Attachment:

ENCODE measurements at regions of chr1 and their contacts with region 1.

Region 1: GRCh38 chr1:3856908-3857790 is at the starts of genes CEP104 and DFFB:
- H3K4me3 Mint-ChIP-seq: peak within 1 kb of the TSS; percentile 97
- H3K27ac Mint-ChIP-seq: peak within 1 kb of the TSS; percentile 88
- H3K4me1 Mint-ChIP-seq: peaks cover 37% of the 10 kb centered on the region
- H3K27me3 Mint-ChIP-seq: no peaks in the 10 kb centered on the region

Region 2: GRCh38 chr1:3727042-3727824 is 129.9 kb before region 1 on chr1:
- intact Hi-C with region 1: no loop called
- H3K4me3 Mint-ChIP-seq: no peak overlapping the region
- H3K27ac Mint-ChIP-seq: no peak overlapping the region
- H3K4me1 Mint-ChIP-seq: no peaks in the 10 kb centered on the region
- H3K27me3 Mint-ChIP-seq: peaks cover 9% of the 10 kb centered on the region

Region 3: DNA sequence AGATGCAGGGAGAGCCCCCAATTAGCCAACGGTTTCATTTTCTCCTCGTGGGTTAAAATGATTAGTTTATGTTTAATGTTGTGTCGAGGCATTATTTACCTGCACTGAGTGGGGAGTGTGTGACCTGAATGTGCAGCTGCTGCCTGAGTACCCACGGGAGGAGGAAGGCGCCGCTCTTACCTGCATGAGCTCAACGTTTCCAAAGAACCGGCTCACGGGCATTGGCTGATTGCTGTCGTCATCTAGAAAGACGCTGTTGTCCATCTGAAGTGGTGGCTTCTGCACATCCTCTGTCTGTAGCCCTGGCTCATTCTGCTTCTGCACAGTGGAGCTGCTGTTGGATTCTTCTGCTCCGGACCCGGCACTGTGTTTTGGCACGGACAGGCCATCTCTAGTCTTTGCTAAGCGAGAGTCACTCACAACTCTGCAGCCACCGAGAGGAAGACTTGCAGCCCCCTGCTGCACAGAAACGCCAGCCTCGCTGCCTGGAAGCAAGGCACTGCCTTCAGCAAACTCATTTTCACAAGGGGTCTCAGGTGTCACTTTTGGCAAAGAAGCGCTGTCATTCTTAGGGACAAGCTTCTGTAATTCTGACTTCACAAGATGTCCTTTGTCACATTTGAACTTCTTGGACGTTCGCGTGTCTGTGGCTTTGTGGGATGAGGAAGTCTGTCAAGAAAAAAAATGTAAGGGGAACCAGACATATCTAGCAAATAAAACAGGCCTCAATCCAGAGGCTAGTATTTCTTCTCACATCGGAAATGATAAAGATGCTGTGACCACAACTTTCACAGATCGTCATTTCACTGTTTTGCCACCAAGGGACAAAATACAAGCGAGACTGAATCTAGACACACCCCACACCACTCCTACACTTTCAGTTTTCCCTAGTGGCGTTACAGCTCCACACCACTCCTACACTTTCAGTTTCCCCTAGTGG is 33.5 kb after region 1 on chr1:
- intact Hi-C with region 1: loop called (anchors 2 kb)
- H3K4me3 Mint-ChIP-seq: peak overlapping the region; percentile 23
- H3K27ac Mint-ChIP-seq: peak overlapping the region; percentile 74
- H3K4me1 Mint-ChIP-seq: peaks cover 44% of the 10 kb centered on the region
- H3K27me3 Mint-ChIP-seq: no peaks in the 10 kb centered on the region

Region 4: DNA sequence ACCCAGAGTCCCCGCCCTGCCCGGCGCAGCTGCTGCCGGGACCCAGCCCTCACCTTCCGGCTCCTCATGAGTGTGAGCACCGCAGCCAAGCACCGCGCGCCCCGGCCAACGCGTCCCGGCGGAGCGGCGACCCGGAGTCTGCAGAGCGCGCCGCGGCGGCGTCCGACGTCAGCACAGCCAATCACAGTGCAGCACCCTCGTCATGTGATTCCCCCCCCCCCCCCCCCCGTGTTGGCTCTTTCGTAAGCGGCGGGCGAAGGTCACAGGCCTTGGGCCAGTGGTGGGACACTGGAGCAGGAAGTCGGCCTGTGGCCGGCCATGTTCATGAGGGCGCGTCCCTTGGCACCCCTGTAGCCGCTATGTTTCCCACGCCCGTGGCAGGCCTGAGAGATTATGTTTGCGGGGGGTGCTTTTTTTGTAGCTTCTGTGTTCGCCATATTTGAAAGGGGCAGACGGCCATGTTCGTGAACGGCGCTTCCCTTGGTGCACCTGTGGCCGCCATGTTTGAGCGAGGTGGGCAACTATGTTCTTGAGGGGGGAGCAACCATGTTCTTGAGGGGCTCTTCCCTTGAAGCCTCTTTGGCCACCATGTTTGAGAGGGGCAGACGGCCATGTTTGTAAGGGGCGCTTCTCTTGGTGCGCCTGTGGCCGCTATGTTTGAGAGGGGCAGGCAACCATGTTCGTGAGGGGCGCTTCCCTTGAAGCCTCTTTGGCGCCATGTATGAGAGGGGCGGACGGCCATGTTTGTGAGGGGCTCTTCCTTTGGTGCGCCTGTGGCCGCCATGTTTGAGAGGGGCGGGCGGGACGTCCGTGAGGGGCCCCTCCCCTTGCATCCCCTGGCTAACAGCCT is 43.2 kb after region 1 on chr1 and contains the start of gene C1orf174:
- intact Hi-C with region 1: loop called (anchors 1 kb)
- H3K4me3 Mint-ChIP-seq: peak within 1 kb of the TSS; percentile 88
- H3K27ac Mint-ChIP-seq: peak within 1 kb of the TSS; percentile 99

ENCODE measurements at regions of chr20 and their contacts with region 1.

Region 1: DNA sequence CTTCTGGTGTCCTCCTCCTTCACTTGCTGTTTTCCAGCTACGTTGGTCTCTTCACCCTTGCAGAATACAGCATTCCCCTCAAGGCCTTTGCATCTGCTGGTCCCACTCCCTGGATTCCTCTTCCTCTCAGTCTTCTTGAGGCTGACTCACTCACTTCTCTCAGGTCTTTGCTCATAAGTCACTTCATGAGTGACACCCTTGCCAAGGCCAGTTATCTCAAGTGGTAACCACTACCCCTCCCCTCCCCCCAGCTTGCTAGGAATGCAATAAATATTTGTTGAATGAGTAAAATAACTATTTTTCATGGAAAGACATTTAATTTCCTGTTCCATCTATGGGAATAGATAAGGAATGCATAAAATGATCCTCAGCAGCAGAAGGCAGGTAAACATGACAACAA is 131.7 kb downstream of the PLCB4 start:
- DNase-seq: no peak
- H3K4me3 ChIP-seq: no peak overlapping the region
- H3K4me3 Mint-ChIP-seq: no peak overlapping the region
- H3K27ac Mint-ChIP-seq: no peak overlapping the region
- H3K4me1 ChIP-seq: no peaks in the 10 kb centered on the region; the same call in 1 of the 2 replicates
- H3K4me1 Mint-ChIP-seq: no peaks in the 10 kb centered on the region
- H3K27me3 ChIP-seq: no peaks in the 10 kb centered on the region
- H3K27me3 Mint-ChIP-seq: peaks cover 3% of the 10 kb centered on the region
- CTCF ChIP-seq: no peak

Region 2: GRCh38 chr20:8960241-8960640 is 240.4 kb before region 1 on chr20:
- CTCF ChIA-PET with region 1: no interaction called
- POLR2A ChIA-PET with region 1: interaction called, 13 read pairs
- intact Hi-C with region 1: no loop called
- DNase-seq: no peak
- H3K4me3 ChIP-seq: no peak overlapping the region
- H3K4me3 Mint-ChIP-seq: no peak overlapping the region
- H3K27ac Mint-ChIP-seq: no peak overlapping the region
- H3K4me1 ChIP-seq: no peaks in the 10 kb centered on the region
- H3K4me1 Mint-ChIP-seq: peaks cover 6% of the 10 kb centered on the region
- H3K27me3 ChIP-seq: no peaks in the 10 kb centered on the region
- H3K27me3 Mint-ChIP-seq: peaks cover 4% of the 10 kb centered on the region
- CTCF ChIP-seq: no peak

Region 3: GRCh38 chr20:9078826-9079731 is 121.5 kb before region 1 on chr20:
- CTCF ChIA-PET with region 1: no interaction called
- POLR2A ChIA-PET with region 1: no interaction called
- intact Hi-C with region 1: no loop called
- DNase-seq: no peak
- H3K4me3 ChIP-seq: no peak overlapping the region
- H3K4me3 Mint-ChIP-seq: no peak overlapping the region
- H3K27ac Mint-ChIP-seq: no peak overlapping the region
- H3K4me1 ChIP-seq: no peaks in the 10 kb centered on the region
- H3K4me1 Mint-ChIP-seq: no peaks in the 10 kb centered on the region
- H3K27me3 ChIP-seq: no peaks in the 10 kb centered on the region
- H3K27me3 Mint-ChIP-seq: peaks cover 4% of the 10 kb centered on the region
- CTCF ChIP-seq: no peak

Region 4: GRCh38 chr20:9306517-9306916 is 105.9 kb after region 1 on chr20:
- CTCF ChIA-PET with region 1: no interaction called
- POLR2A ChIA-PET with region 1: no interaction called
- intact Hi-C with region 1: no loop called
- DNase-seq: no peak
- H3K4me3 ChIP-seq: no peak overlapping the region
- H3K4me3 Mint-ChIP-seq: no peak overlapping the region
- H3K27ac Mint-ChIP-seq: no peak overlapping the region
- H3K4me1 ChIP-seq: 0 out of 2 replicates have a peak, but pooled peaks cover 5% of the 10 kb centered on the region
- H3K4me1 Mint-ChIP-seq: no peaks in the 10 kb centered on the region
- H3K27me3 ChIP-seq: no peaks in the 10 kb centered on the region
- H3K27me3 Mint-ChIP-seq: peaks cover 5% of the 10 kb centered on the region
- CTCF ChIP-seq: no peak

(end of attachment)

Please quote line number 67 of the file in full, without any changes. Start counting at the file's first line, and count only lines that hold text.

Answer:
- H3K27ac Mint-ChIP-seq: no peak overlapping the region